The top 3 reasons why PR pros choose Prezly vs buying email lists
Buying lists of media contacts has grown to be a PR norm. But how effective is it really? And could you be violating GDPR by doing it?
Google the words “PR software” and you’ll instantly be bombarded with a plethora of businesses promising you an always up-to-date database of media contacts, jam-packed with relevant journalists across all regions of the world, across all sectors, who are all sat staring wide-eyed at their email just waiting for your pitch.
It sounds perfect – a solution to all of PR’s problems! There’s only one problem… such a thing does not exist. I repeat,
There is no such thing as an evergreen media database.
With today’s constantly changing media landscape, the task of keeping a mammoth database like this up to date is simply impossible, no matter the number of “researchers” such companies throw at it. Little wonder then that 20–50% of pitches sent to these bought contacts never even make it to their inbox, while those that do garner little engagement from journalists.
If you’ve ever paid for one of these services before, I’m sure you’ll be the first to tell me, yes Jesse, of course these media lists overpromise – but I have deadlines and it’s not like anyone else is suggesting a better solution.
And that, my friend, is where you’d be mistaken. You see, you’ve never met Prezly :)
Reason #1: Just because you have someone’s email doesn’t mean you’ll get their attention
Mid-level journalists get around 150 emails a day. To keep moderately sane, they have strict criteria to help them scan through their mailbox rapidly. What’s the subject line? Who is the email from? Do I know this person? Have I worked with them before?
Can I trust them not to waste my time?
Bought media lists work directly against this principle. In fact, a bought media list becomes less effective each time it’s used.
Every sale means another PR team vying for that journalist’s attention, and the journalist’s inbox count spirals from 150 to 200, 250, 300 – an endless stream of unread emails from people who, more likely than not, didn’t even bother to check whether their story fits with that journalist’s audience.
More people buying means more pitches, more pitches means less attention can be spent on each email delivered. It’s not like journalists are getting more time in a day. In fact, it’s the contrary: fewer journalists are now responsible for delivering more news. So please, do them a favour and help stop the spamming.
Reason #2: You’re violating GDPR
To be honest, there’s a lot of confusion around this since there are no precedents to go off. GDPR has a pretty fluffy exception titled “Legitimate Interest” under which all this selling of personal information is being justified. But this is much like lying by omission: even if the rules can technically be bent to excuse it, in your heart you know you have your hand in the cookie jar.
Make no mistake, whenever you buy a database of media contacts, you are getting someone’s personal information without that person ever giving you their consent. It doesn’t matter if it’s their work email or work phone number, GDPR doesn’t make any distinction; it’s still personal information.
Ask your vendor about how they got consent from the journalist to process and re-sell their personal information and see what they come up with. Most of them even state in their policies that it’s your job to receive consent first before you can start emailing them. Yes, you read that right – before you can send your pitch, they tell you to ask the journalist for permission to contact them. Can you imagine how that would work? Neither can we.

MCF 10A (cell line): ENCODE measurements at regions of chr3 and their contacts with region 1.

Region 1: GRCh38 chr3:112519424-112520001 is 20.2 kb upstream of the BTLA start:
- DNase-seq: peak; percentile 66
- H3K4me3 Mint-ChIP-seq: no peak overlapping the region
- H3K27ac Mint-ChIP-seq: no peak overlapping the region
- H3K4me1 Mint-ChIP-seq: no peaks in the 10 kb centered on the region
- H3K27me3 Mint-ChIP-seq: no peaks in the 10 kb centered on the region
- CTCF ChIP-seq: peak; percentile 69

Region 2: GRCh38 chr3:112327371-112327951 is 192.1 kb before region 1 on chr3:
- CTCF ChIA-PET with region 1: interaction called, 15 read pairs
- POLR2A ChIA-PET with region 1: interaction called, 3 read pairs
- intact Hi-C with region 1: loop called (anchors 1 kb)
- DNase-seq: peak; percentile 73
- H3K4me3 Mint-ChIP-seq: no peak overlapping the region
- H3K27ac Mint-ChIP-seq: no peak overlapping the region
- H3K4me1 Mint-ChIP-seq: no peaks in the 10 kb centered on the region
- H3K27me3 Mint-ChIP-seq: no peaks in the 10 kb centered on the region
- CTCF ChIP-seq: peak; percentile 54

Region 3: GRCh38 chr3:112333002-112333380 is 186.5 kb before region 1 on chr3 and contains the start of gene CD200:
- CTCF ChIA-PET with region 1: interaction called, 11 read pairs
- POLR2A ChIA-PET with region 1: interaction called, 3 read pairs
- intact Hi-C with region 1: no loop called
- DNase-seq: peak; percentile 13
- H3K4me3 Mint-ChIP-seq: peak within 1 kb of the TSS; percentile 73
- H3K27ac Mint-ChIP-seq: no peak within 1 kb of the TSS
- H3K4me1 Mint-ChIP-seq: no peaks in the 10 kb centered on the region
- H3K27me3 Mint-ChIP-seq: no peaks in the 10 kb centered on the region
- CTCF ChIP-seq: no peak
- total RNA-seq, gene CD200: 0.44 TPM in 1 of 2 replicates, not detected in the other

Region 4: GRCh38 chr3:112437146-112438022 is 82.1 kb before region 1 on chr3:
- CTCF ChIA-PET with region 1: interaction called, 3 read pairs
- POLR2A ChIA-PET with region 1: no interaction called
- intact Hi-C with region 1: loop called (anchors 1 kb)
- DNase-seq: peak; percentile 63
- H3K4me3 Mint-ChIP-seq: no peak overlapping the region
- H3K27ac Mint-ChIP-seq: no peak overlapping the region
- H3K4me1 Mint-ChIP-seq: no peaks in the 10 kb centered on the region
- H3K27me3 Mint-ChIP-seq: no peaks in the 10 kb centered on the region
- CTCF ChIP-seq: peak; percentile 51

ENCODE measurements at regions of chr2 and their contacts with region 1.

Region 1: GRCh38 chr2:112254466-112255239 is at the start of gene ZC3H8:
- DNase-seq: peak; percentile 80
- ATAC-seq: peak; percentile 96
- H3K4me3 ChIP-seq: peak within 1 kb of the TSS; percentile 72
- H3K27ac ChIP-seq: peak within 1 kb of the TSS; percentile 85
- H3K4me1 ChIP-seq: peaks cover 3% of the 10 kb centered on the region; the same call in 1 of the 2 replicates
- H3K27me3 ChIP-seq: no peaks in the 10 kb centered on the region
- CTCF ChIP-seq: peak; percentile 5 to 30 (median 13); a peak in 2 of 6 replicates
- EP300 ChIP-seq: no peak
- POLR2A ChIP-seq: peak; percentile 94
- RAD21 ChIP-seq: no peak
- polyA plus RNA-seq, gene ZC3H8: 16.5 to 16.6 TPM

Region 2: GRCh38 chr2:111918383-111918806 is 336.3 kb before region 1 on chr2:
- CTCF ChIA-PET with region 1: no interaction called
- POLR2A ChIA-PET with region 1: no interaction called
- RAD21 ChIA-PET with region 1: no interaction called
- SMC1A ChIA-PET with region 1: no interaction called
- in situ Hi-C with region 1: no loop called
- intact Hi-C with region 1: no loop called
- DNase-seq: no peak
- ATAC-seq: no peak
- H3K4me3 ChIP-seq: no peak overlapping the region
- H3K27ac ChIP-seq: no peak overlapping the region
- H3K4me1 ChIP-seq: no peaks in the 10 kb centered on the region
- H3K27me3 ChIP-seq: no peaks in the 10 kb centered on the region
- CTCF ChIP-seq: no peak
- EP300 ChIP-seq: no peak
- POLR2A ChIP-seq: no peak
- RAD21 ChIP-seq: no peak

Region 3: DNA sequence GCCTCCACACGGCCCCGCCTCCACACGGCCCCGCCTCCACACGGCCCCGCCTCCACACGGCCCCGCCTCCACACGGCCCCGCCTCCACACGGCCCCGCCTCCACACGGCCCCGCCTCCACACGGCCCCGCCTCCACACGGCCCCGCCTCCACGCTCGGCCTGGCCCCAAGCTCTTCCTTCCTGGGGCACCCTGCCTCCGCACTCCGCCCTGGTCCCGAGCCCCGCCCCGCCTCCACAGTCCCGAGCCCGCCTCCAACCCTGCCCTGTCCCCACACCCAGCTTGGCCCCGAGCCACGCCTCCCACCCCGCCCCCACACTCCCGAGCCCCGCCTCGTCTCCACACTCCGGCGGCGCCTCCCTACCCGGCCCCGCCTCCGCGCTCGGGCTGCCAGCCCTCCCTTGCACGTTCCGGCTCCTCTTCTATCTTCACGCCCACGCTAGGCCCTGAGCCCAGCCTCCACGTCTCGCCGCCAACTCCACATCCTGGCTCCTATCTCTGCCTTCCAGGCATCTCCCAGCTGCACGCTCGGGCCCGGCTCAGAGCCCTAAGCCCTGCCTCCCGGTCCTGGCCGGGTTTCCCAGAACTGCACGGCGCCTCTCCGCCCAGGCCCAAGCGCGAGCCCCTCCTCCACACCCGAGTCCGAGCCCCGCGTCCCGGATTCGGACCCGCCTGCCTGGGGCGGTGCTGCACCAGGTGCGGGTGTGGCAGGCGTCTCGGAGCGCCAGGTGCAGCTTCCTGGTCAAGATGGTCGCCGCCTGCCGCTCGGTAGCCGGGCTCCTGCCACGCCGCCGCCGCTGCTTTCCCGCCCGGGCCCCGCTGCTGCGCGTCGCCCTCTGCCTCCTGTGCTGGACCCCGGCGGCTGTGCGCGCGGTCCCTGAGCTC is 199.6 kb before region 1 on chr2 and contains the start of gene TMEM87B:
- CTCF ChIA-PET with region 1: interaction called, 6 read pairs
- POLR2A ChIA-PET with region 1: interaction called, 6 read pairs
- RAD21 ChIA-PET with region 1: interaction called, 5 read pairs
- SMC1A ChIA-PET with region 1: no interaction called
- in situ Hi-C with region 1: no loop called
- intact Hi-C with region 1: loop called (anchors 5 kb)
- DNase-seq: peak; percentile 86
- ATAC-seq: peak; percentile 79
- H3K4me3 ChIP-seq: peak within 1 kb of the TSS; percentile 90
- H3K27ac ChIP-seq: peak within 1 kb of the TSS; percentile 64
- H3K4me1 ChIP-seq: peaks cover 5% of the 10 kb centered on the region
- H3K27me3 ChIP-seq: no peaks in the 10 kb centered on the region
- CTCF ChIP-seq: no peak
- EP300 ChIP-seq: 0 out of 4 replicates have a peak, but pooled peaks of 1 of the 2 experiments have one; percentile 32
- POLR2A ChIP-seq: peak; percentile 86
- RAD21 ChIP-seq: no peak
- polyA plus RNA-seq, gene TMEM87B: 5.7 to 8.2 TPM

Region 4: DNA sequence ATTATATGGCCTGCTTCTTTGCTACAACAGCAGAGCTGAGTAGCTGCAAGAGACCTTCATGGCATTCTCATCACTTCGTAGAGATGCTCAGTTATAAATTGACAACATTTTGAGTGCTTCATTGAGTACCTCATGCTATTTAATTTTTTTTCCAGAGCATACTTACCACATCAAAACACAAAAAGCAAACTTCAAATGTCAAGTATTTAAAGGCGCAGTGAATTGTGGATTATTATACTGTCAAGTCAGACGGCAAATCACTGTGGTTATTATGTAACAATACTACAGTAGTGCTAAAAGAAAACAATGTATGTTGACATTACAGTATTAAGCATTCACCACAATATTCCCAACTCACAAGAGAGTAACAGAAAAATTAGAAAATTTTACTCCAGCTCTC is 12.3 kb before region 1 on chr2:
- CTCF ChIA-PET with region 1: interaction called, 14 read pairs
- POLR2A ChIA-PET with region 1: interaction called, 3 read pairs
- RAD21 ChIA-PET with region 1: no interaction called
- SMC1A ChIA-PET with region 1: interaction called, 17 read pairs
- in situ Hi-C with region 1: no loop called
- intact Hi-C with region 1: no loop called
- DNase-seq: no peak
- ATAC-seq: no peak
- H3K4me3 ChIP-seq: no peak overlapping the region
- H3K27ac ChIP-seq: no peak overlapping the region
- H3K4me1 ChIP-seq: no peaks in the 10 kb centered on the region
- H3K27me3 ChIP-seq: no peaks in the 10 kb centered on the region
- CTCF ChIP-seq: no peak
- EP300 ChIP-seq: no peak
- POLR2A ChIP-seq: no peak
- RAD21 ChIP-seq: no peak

Reason #3: It’s not the starting point for a good working relationship
Sending a generic email to someone out of the blue is rarely a good starting point unless you’ve actually researched that person and can come up with a relevant pitch. But when you spend time researching a person and crafting your personalised pitch to fit their niche, contacting him (or finding a way to) isn’t the hard part.
Writers will often publicly mention on their social media channels how they like to be pitched, even sharing the correct email address where pitches need to land. Next to that, it’s pretty easy to connect with someone on LinkedIn, Twitter, Instagram – and simply DM your pitch to the journalist.
And if you’re willing to put in the effort to make sure your pitch is a great fit for that journalist, then why are you wasting money on buying a media list in the first place?
Getting the contact details isn’t the hard part – finding the fit is. It’s tempting to think that buying a list of media contacts is your shortcut to greater coverage, but the truth is that there are no shortcuts. You’re going to end up putting in the hours researching whatever path you choose. Make those hours count and use them to forge relationships that last. Let us help.
Instead, invest your time into building relationships
That’s literally what we designed Prezly to help you do. Our system helps you manage the contacts you’ve already invested time in researching. Our CRM then makes the job of keeping them up to date so, so much easier.
Get a complete overview of your team’s comms with each contact, figures around their engagement with your content, how often they visit your newsroom, auto-enrichment suggestions on their related social profiles and other data. Find out immediately if an email bounces, or if there are duplicates in your address book. Send campaigns, deliver pitches, track and report on coverage, create stunning newsrooms with branded multimedia centres that will never overload anyone’s inbox. We can help you do all that and more with virtually no input from your tech team.
Your time is valuable; make it count.
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